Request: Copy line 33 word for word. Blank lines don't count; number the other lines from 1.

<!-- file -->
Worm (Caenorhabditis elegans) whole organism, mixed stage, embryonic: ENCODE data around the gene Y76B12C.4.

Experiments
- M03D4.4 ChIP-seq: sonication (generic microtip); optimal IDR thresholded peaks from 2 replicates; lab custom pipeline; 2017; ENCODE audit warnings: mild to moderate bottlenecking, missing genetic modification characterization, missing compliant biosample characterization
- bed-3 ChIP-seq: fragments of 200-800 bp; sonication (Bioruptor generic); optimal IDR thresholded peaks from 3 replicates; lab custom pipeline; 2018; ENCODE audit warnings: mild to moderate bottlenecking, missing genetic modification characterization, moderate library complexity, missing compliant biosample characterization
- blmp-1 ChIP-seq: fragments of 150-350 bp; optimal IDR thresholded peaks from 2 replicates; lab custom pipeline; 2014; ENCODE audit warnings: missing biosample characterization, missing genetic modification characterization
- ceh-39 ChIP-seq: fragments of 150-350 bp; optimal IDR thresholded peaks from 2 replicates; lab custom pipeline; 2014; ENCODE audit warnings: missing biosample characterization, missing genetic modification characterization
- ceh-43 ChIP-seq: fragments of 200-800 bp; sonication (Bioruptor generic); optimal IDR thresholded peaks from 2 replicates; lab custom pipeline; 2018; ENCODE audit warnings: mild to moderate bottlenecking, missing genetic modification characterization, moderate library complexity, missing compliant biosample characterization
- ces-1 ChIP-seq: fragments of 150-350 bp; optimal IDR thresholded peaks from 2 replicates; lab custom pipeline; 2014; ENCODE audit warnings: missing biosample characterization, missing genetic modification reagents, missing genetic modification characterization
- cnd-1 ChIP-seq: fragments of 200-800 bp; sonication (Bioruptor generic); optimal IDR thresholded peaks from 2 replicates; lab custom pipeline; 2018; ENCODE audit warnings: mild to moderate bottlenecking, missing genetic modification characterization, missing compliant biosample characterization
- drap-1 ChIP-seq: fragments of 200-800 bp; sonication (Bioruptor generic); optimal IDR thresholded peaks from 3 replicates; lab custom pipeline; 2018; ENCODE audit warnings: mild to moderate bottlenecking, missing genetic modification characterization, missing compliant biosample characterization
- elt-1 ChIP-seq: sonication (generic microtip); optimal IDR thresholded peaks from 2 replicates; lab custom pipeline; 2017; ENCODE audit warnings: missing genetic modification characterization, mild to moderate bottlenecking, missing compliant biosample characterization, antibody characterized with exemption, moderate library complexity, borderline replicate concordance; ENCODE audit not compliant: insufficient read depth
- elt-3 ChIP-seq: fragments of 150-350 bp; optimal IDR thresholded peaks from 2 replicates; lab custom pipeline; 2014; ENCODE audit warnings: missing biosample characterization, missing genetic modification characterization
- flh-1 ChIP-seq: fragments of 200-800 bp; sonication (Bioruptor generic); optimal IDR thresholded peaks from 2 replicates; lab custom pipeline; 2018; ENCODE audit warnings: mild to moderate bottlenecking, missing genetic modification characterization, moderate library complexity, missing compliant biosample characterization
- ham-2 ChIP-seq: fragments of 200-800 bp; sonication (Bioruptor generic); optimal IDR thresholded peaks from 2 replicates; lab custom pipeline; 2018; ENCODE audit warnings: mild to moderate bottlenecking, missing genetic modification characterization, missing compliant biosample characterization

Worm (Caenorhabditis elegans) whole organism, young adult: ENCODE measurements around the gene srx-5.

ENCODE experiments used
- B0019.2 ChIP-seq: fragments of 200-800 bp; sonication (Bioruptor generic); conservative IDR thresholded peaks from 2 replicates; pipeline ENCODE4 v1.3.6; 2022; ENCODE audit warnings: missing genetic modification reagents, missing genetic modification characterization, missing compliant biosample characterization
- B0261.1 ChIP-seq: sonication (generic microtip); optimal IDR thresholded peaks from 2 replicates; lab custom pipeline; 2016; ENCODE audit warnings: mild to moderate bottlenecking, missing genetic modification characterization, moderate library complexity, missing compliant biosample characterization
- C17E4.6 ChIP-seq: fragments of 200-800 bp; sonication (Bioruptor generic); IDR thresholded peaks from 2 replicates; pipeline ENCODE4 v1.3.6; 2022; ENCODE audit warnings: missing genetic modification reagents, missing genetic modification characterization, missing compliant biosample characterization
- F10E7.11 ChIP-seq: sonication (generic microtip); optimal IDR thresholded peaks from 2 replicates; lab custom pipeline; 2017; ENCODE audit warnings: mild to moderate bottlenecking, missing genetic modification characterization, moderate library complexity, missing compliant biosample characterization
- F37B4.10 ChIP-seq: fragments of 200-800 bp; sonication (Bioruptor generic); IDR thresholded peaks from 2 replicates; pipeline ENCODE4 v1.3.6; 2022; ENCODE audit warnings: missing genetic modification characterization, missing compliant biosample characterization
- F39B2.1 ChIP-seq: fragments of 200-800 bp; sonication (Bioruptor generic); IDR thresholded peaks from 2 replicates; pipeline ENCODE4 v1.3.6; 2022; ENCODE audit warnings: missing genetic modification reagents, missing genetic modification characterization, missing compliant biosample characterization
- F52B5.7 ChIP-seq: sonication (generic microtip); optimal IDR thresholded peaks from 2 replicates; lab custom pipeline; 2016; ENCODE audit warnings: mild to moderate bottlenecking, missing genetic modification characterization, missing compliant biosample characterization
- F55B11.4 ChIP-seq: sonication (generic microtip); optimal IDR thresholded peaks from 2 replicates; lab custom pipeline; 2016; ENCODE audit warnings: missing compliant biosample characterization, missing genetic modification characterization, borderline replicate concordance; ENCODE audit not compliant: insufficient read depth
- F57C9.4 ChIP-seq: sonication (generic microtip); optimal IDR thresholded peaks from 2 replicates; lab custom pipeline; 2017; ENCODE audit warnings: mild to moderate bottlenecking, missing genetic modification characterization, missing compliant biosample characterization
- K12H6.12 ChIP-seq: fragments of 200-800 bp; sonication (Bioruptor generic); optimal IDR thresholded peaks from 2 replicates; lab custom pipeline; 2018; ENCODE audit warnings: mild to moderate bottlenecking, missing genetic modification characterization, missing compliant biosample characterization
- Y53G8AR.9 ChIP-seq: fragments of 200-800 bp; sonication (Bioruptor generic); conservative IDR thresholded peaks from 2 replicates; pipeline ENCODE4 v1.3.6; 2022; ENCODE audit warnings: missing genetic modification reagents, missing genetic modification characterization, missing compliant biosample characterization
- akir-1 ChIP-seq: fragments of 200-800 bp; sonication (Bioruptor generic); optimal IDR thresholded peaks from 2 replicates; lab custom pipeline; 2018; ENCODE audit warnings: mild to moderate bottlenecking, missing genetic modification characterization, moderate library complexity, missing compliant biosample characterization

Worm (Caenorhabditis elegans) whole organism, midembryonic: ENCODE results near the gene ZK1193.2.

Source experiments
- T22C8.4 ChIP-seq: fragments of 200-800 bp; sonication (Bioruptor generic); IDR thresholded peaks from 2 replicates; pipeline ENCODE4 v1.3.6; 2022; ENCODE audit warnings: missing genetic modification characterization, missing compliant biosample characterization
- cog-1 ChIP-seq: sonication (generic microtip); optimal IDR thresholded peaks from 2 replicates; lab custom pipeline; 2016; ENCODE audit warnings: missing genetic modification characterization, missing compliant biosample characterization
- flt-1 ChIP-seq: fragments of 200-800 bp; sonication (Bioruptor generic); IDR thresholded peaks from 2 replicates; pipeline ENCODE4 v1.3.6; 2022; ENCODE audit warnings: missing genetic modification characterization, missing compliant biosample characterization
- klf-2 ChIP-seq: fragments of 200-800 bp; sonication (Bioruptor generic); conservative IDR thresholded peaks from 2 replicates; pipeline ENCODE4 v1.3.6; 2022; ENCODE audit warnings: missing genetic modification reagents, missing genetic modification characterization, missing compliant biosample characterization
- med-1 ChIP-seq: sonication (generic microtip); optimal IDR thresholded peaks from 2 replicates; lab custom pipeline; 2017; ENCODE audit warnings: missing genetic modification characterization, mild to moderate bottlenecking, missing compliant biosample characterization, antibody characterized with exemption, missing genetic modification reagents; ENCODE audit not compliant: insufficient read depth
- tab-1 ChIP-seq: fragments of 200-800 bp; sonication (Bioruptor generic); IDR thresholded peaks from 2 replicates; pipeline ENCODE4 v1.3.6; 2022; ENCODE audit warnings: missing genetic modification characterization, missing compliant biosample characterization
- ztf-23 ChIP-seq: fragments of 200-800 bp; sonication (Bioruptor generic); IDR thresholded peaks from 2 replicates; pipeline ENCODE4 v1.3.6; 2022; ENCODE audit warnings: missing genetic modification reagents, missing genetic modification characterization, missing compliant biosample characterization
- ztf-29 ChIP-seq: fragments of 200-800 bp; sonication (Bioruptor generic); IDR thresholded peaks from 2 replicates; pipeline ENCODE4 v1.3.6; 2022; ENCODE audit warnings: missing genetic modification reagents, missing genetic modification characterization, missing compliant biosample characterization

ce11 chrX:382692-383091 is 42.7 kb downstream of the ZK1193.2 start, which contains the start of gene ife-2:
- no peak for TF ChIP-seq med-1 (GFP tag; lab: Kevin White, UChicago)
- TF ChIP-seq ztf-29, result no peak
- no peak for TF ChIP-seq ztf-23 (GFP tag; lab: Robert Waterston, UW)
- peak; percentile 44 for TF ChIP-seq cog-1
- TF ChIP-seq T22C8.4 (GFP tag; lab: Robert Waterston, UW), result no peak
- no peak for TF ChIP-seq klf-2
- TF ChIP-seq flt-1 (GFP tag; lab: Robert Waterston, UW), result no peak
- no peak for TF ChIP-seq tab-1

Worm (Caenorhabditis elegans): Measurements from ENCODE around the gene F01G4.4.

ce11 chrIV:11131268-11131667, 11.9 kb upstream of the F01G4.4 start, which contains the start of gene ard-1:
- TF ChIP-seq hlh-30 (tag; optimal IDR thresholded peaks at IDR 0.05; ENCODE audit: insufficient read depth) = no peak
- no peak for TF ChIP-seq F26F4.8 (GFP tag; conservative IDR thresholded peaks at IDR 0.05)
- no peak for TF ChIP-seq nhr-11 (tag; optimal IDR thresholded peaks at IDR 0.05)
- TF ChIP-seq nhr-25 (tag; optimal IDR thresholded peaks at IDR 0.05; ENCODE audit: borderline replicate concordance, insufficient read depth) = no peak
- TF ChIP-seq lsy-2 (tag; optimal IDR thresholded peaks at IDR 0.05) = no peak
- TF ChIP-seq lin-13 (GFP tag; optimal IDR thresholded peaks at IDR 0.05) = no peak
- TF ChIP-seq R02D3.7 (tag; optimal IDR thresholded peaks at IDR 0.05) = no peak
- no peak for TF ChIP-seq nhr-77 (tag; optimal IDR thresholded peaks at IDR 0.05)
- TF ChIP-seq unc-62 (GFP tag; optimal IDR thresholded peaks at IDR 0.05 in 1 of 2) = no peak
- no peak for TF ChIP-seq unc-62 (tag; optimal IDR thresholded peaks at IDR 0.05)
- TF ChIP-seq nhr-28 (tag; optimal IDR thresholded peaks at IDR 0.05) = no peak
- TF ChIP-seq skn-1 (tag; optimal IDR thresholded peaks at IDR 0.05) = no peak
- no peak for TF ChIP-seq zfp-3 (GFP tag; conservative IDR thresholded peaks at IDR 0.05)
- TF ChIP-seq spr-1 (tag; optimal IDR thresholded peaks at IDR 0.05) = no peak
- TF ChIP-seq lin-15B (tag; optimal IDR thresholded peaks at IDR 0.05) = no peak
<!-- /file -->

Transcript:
- flt-1 ChIP-seq: fragments of 200-800 bp; sonication (Bioruptor generic); IDR thresholded peaks from 2 replicates; pipeline ENCODE4 v1.3.6; 2022; ENCODE audit warnings: missing genetic modification characterization, missing compliant biosample characterization